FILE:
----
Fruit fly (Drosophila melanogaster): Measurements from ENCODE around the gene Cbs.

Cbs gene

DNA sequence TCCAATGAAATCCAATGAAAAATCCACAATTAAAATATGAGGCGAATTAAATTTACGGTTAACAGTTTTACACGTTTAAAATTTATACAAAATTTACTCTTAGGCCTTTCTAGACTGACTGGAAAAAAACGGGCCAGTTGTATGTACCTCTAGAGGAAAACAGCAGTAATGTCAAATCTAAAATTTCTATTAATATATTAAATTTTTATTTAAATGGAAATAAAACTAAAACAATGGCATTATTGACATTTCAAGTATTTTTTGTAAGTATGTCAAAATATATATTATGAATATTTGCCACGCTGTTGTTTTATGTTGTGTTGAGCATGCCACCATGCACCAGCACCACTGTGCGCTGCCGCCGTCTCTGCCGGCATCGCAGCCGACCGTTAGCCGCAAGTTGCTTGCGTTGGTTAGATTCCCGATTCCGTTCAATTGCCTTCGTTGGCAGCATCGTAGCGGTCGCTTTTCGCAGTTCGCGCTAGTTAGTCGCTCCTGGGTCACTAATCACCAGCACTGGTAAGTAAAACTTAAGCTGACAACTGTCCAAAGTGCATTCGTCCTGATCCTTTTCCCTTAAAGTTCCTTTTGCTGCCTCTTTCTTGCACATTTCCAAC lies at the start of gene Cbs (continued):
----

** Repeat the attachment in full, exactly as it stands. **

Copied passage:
Fruit fly (Drosophila melanogaster): Measurements from ENCODE around the gene Cbs.

Cbs gene

DNA sequence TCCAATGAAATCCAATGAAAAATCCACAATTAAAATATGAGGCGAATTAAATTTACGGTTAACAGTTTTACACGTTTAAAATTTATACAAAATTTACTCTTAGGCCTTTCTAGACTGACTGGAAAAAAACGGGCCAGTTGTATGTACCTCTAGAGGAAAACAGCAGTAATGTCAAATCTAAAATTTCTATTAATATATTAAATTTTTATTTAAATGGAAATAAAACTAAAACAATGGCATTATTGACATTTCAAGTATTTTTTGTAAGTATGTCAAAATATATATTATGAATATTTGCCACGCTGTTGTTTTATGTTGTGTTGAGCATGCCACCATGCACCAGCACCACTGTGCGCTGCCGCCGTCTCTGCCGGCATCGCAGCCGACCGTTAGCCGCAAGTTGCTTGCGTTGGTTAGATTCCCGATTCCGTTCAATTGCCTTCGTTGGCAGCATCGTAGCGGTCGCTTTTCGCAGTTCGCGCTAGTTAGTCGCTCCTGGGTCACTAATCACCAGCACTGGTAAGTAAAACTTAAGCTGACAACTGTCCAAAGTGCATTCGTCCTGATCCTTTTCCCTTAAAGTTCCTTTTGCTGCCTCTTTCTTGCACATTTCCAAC lies at the start of gene Cbs (continued):